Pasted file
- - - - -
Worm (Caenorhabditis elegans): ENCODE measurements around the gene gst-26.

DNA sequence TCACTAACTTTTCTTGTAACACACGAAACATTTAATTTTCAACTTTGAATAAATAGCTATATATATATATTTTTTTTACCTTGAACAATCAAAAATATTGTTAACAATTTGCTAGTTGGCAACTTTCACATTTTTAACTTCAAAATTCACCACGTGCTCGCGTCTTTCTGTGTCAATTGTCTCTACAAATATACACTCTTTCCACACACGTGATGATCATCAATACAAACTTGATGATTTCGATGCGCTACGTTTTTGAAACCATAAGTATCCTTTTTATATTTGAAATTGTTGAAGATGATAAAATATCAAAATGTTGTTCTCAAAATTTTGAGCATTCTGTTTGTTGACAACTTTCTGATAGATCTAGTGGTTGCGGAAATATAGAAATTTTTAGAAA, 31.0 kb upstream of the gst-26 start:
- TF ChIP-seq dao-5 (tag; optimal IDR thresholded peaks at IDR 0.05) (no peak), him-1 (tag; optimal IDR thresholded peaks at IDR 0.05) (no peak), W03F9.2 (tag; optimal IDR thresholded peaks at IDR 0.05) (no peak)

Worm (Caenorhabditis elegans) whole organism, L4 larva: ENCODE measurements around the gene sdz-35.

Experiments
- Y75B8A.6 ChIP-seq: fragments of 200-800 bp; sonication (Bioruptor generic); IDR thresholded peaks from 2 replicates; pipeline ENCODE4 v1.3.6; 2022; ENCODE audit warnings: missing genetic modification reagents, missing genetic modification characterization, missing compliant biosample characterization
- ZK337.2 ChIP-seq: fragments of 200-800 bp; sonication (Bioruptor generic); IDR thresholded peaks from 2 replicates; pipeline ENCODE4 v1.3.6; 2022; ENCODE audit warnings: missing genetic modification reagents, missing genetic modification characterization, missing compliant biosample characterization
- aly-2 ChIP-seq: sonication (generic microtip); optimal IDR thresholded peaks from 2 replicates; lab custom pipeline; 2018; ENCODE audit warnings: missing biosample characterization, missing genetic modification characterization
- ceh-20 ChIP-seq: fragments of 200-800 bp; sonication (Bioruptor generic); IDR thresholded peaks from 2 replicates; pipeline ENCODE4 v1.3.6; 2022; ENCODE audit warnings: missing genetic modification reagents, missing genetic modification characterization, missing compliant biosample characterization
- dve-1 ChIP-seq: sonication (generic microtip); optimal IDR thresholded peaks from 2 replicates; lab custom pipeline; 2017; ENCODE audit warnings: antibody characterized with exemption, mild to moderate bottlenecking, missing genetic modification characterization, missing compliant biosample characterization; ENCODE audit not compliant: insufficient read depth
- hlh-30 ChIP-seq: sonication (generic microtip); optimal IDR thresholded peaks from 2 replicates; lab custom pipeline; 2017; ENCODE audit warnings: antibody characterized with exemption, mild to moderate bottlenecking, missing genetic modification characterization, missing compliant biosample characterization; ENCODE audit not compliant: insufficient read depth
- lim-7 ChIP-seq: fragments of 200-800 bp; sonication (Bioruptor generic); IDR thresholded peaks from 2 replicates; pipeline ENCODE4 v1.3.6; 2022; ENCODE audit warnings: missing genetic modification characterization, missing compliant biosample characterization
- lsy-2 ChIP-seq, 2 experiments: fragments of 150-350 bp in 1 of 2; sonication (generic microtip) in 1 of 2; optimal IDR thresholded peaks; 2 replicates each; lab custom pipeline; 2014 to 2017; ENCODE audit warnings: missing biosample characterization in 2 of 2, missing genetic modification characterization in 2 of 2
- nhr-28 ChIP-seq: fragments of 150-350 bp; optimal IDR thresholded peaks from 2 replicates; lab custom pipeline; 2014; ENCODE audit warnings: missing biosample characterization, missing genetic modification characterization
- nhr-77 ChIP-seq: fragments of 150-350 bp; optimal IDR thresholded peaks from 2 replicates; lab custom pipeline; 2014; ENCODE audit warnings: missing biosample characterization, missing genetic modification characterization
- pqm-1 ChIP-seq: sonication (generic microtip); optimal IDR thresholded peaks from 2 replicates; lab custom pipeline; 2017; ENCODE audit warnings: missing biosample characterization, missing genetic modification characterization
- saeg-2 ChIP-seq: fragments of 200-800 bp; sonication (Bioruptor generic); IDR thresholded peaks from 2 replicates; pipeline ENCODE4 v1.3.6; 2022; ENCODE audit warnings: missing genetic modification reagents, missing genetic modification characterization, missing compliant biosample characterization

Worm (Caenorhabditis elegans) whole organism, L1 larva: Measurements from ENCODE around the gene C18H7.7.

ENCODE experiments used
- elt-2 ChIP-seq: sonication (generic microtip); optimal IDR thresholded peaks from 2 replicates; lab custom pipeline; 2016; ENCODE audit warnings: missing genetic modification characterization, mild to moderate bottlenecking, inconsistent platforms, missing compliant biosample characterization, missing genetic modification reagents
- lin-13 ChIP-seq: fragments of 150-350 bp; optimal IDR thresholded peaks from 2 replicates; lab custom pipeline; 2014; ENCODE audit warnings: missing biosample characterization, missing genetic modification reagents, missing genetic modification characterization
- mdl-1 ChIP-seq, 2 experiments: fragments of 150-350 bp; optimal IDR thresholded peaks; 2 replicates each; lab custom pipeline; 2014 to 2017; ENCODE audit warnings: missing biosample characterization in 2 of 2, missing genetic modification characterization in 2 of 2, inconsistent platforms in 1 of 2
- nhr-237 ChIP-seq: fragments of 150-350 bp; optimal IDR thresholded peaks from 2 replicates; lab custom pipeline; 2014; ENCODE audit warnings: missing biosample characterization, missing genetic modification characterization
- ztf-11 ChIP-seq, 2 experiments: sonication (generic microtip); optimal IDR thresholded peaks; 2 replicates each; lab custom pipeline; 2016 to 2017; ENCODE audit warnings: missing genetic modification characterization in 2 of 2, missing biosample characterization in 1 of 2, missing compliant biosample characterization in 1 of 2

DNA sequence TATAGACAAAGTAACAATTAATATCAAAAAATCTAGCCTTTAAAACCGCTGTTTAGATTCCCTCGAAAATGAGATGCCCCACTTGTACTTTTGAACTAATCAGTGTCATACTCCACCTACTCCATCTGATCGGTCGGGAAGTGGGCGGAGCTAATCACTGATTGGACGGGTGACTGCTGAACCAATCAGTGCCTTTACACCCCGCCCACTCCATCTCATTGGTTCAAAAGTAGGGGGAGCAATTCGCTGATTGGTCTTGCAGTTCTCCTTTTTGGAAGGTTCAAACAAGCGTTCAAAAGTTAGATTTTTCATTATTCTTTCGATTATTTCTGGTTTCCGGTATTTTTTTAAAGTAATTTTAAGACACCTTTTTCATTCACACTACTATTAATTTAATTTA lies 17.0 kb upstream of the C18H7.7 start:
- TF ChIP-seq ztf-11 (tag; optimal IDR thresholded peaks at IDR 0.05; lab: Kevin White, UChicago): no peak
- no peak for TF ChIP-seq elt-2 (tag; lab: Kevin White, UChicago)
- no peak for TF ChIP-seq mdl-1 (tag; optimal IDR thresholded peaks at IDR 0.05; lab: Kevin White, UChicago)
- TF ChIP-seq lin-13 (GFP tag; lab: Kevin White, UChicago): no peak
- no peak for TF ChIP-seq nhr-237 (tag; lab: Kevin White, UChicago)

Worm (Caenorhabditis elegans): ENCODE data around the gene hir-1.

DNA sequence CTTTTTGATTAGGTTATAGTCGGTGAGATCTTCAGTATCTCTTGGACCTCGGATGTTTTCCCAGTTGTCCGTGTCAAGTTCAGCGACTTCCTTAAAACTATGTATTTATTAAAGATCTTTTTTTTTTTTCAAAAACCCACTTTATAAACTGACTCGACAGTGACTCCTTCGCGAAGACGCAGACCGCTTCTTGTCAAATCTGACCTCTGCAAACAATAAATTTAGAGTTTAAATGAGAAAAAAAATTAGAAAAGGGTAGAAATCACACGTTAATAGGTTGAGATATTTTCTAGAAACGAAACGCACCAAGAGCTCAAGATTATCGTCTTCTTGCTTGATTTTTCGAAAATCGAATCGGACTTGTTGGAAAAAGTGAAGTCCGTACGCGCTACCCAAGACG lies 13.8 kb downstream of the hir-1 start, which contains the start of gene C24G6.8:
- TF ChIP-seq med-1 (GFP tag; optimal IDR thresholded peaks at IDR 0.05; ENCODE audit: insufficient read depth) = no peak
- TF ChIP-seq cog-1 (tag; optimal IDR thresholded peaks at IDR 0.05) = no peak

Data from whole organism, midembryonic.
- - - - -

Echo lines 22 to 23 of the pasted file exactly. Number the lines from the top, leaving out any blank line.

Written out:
- mdl-1 ChIP-seq, 2 experiments: fragments of 150-350 bp; optimal IDR thresholded peaks; 2 replicates each; lab custom pipeline; 2014 to 2017; ENCODE audit warnings: missing biosample characterization in 2 of 2, missing genetic modification characterization in 2 of 2, inconsistent platforms in 1 of 2
- nhr-237 ChIP-seq: fragments of 150-350 bp; optimal IDR thresholded peaks from 2 replicates; lab custom pipeline; 2014; ENCODE audit warnings: missing biosample characterization, missing genetic modification characterization